Volatility has been a reliable theme this year as investors grappled with uncertainty about the slowing global economy, how long inflation will persist, and the impact of the Federal Reserve raising rates. Having tumbled more than 20% from the start of the year, equities had a reprieve from the selling in October. The Dow Jones Industrial Average had its best month since 1976. The primary lift to the markets has been the expectation or hope that the Fed will pivot from its tightening policy, given the increasing odds of a recession.
The market’s temporary upbeat vibe was justified in part as the U.S. economy reported its second consecutive quarter of negative GDP growth, seen as a potential incentive for the Fed to loosen the reins. Other economic data during the period showed mixed signs that growth is slowing further as inflation continues to erode household budgets.
Fed officials remain unmoved, however, focusing on bringing inflation down even at the expense of economic growth. With U.S. inflation continuing to hover near its highest levels since 1980, the Fed delivered another 75-basis point increase at the recent November meeting, making clear that it will keep hiking as needed to bring inflation down. Even with a lack of clarity on the economic outlook, equities are trying to find support as investors anticipate that the Fed will eventually slow the rate of hikes.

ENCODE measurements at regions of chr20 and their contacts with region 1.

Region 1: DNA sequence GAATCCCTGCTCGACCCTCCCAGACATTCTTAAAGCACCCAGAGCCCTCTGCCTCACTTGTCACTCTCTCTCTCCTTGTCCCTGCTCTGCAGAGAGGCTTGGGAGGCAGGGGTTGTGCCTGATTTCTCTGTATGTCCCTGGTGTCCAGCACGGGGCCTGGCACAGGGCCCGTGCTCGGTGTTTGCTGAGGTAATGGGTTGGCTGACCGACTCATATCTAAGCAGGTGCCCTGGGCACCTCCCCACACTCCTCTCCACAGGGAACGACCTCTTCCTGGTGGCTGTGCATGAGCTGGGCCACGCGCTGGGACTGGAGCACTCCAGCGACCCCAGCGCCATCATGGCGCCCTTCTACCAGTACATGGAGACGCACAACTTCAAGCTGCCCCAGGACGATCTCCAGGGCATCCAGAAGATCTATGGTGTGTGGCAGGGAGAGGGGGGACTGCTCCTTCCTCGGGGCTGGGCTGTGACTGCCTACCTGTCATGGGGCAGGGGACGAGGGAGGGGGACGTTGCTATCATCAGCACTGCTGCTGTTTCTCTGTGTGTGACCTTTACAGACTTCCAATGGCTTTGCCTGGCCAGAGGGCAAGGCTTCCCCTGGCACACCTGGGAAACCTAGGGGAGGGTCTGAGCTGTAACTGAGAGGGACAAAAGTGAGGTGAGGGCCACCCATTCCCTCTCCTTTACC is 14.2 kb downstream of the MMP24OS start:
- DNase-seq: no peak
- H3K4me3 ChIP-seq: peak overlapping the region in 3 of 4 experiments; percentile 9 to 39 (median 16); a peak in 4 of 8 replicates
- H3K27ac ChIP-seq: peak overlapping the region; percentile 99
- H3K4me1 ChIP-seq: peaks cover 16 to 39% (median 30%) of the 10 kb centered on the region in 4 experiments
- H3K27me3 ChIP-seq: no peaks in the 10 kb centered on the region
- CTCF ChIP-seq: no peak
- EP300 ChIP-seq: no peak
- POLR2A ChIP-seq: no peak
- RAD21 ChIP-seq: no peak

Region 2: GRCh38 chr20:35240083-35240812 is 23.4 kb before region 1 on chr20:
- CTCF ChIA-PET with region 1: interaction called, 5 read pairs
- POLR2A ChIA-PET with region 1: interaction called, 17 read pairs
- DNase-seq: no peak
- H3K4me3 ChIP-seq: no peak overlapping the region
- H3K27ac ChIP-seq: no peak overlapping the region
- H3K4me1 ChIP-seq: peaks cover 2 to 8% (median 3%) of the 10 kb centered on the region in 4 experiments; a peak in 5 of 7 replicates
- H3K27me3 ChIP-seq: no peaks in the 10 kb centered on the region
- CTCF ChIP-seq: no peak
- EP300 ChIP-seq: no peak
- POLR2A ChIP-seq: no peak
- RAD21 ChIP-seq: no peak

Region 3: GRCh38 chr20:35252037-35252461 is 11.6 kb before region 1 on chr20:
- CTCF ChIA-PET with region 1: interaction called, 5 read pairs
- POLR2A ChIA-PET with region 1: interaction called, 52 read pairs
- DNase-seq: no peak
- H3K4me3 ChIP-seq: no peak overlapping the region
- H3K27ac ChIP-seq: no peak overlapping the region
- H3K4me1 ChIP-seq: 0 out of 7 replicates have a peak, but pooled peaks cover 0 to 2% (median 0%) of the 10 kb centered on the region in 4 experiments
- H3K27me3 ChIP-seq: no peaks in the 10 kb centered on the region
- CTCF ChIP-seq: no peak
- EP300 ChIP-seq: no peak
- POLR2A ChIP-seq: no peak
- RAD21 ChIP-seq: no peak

As inflationary pressures persist, it is an ideal time to re-emphasize the benefits of investing in companies that pay dividends. Dividend-paying companies have historically participated in up markets and helped mitigate risk during periods of heightened volatility. The income provided by dividends is essential to a strong capital appreciation strategy, may limit volatility, and contribute to a stock’s total return over time. Indeed, dividends have contributed significantly to equity total return over the decades. From 1930 to 2021, 40% of the annualized total return of the S&P 500 was derived from the payment of dividends, with capital appreciation contributing the rest. Source: Ned David Research
We favor companies that offer the combination of attractive valuations and fundamental strength to support dividend payments to help mitigate inflationary pressures and the impact of higher interest rates. A good example is Microsoft, one of our core U.S. large-cap companies that recently announced an increase to its quarterly dividend, now amounting to $0.68/ share for an increase of nearly 9.7%. During the call, the management team explicitly mentioned that the increase is “in line with inflation.” We continue to seek opportunities to invest in quality companies with healthy cash flows, attractive earnings growth potential, and pricing power that can help overcome inflation and maintain margins.
In this challenging environment, we remain committed to helping our clients reach their long-term financial goals. We realize the angst from volatile times like this and appreciate your trust. Communicating with you remains a top priority, and we encourage you to contact us with any questions or comments you may have. Thank you for your trust in Cardinal Capital.